In terms of game play, short of an impressive representation of Seattle that is close to fully formed, inFAMOUS never really feels more like very well made, late  Playstation 3 title, rather than the next gen opus some had hoped for. 

This isn’t necessarily a bad thing however, as the game is fun to play for the most part. Combat is fluid and balanced. Even as the game progresses, you neither feel overpowered or nor completely outgunned, as the game’s Conduit powers offer a way to turn the tide. While these powers are upgradable, apart from the elements their composed of and some small changes to the amount of damage dealt & animation, each new power is based around the idea of a melee & ranged attack, a dash, a powerful attack and a special that can be triggered by using the game’s karma abilities, offering little varieties or reason to switch between powers. 

However, the game requires you learn each of these new powers in turn, forcing you into sticking with each of the individual powers for an extended period, rather than allowing the player to simply revert to an older power until later in the game. By the third power unlock, the ritualistic regaining of each attack after receiving a new power takes a lot of momentum out of the game. The game’s final boss encounter is even bogged down in the tedium, forcing you to play the game how Sucker Punch would like you to, rather than how you feel you should, shattering the illusion of player free will in service of the narrative’s natural conclusion, souring the games conclusion slightly and making it feel a little rushed.

The game also suffers from other minor irritations. NPCs will cheer at you one moment, and then the use of a power will make them freak out and run away. The game also punishes you for careless mistakes in combats very heavy handily. While trying to clear out the city of D.U.P agents to gain fast travel, the player can encounter large parking areas full of enemies. If you’re unfortunate enough to clear the whole building, a good 10 to 15 minutes of work, but get killed by the last, more powerful enemy, you’re sent back to the last checkpoint, sometimes at the other side of the city. It could be argued that this is the game attempting to balance risk vs. reward, but can leave Second Son prey to biggest cardinal sin of gaming: making the player feel like they’re wasting time.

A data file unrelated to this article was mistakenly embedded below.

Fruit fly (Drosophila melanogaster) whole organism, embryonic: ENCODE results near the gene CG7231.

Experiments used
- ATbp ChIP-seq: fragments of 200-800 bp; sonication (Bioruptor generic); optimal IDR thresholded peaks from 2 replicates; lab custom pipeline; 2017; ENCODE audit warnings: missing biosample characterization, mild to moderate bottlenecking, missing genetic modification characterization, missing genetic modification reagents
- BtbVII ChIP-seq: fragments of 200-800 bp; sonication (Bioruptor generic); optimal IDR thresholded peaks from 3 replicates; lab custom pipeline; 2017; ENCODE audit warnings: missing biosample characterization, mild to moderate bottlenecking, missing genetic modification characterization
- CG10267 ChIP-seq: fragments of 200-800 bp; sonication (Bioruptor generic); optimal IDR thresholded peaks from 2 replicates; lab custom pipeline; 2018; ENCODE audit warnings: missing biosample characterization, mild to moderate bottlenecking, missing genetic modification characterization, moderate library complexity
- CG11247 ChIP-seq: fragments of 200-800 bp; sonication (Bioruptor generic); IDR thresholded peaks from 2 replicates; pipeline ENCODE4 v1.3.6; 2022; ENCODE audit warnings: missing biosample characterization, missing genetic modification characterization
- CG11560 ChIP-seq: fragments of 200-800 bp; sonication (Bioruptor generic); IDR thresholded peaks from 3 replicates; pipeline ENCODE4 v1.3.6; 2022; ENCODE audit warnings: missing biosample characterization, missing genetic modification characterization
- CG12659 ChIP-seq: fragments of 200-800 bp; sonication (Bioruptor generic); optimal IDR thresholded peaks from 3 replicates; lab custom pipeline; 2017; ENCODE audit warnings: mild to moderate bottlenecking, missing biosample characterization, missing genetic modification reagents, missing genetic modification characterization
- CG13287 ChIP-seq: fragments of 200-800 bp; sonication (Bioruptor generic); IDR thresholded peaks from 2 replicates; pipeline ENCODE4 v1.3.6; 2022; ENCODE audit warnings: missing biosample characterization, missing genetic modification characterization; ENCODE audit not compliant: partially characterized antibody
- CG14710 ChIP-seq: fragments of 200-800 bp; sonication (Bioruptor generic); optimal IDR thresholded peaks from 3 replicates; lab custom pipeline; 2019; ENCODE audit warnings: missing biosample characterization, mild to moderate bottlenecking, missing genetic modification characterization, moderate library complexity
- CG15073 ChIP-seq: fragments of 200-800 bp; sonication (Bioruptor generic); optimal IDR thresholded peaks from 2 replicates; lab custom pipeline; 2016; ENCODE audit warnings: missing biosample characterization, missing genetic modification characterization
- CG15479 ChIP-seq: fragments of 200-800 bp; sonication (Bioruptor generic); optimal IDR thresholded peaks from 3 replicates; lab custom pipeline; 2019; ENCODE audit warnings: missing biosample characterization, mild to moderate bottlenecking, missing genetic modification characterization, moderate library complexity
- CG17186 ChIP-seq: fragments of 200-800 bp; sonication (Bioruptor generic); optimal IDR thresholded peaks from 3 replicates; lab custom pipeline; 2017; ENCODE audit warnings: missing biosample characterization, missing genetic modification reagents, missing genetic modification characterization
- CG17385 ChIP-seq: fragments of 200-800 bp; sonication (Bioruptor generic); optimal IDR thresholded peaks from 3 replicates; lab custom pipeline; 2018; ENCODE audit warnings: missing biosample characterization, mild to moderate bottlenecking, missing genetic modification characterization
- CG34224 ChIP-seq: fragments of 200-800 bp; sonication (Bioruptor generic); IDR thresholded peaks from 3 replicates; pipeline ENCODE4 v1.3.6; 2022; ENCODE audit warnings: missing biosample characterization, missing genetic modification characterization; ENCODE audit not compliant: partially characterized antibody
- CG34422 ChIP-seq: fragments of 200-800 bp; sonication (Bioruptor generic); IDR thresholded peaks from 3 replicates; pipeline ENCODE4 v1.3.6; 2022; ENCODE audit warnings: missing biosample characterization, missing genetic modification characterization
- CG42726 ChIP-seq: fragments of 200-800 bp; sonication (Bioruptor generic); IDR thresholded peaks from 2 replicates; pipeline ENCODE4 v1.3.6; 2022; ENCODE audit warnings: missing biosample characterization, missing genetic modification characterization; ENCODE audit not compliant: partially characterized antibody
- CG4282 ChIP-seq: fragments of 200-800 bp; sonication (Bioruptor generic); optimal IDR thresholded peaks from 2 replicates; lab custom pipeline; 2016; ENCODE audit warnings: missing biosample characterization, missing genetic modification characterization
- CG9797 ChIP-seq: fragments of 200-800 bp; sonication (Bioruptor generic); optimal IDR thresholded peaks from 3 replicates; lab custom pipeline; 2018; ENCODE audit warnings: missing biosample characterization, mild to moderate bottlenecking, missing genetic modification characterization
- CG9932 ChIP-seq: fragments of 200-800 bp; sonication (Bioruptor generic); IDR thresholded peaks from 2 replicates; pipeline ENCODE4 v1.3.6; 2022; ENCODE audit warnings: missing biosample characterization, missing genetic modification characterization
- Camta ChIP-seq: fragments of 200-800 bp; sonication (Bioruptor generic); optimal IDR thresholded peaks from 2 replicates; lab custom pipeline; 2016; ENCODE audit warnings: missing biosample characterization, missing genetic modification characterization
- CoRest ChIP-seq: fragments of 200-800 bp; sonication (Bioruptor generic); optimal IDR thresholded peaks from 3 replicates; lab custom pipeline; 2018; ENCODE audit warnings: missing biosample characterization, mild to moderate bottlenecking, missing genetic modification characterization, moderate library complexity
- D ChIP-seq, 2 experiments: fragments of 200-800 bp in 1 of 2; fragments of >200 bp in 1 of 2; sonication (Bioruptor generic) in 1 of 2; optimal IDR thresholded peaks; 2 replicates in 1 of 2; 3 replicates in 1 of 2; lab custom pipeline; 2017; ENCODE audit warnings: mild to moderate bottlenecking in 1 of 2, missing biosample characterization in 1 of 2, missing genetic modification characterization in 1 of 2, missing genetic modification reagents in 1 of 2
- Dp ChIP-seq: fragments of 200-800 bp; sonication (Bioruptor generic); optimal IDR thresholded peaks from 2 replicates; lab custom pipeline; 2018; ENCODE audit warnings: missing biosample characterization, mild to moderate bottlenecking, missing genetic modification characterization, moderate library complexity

Exploring the city is also a blessing and a curse. Traversing a large city that is fully at your disposal feels as next gen as console gaming has got. Running up walls and bouncing up walls is thrilling, but when mixed with poor climbing mechanics & the inability to swim, Delsin feels a lot less super than he should. 

But it must be noted - standing on top of a tall building and seeing a city move all around you is really a sight to behold. For a second, you could be forgiven in thinking that Second Son’s Seattle wasn’t the real thing.

It’s not until you get down on the street that this is abolished. There’s not the feeling of life a next gen city should have. While cars drive & NPC’s shout random lines of dialogue based on your character’s moral choices, there are no background noise, no fleeting whispers of conversation, and the distinct hum of traffic isn’t there but an occasional car horn, making the game’s Seattle a city without soul. The city is also for the most part, also indestructible. You can’t bring down buildings or destroy walls, other than DUP structures that are removable from the environment once districts are freed, adding to the feeling the city is no more but a sandbox. 

While there is little replay offered rather than freeing the districts, the gimmicky graffiti mini-game or taking part in the 6 part, weekly mission cum transmedia campaign in inFAMOUS Paper Trail, there’s not a lot to keep you coming back on Delsin’s story is done.

While Paper Trail is a fun experiment into using an external device & your own detective skills, to solve a murder both at the console & away from it, these extra missions won’t be everyone’s cup of tea. The post-story city is also more for those aiming for trophies than a rewarding end game experience. You could always replay the game from the opposite karmic stance, but this offers less variety than you would expect.

So is inFAMOUS worth playing at all? Absolutely. While this review is perhaps rather scathing of Sucker Punches’ efforts, Second Son is a glimpse at the future. It’s a solid game by the standards set in the last generation that gives Playstation 4 owners a look at things to come. It’s vast open world, fast and enjoyable combat, combined with a competent story & incredible character performances makes Second Son perhaps the truest experience of this console generation so far. It’s problems lie in the expectations of what it means to be a game on a new console, instead of defining them, it only theories at what an Xbox One or Playstation 4 game should be, rather than what one is. 

inFAMOUS is one of the first games of the generation to hint at what’s to come. If you own a PS4 and are curious about Second Son, by all means pick it up. While the game perhaps shouldn’t be the reason for shifting consoles that it undoubtedly will be, it’s undoubtedly Sony’s best offering. But be warned - like the game’s karma system, you need to take the good with the bad. It’s not a flawless experience, but it’s story, cool powers & artificial sense of freedom make inFAMOUS Second Son a game that, at least in this point of the console generation, a worthy addition to your games library.